In the United States, federal and most state courts allow class action suits. Such suits have figured prominently in civil-rights litigation and in other cases brought to further social and economic reform. In recent decades they have been employed notably by groups of consumers and others seeking to affix liability for harm caused by various products, especially through manufacturers' negligence. Major litigation against the producers of the Dalkon shield (an intrauterine device; see birth control), of Agent Orange (a herbicide used as a defoliant in the Vietnam War), and of asbestos insulation has involved class action suits.
Since the 1980s such suits have been under attack, along with negligence litigation in general, with opponents, mainly conservatives and business interests, arguing that many lawsuits are frivolous and that awards are out of proportion to the offense in some juridictions. A study published in 2004 that reviewed several hundred state and federal class action lawsuits from 1993 to 2002 found that, adjusted for inflation, the average annual award in such suits varied but did not progressively increase, while the median award was relatively constant. At the same time, however, federal court data showed that the number of class action lawsuits doubled from 1997 to 2002. A 2011 Supreme Court decision on a proposed class action lawsuit concerning gender discrimination in employment tightened the requirements for determining what constitutes the common issue defining the class. Class action suits in the early 21st cent. have increasingly been limited by arbitration clauses in consumer contracts that require the purchaser of a product or service to waive the right to sue or participate in a class action.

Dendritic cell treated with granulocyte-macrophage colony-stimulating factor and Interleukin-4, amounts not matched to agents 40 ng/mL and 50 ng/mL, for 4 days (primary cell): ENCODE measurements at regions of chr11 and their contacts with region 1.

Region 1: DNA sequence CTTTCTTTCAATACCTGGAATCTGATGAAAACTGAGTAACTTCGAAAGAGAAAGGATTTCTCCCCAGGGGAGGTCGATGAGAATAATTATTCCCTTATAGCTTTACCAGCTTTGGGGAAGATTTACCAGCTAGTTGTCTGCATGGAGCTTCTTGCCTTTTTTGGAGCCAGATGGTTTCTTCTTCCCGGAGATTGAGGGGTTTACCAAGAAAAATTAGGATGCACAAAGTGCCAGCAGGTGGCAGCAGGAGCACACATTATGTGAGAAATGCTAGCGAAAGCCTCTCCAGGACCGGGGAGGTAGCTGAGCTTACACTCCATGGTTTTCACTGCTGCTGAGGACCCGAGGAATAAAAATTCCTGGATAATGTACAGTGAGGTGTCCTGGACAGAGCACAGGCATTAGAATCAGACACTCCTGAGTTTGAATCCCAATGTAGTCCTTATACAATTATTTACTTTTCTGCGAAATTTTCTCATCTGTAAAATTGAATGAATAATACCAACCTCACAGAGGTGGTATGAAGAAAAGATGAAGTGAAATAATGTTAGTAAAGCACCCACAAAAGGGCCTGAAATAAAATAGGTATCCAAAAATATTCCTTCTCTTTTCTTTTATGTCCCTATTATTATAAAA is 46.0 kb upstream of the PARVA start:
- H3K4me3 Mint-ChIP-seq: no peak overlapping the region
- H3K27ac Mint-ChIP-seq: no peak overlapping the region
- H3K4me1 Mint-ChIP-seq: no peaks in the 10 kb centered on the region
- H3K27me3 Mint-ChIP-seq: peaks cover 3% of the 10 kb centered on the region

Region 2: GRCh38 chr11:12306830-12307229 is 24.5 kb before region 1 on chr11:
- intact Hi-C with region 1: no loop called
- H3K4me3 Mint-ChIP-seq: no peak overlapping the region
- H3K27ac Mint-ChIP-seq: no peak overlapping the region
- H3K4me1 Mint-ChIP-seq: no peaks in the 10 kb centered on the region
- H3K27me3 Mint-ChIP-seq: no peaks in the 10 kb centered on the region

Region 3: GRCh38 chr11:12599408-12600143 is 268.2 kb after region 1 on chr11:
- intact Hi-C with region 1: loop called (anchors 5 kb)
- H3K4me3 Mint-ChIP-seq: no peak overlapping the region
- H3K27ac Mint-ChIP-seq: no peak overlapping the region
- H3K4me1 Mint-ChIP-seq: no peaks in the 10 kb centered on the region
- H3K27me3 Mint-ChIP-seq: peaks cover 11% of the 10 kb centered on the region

See study by S. Yeazell (1987).
The Columbia Electronic Encyclopedia, 6th ed. Copyright © 2012, Columbia University Press. All rights reserved.
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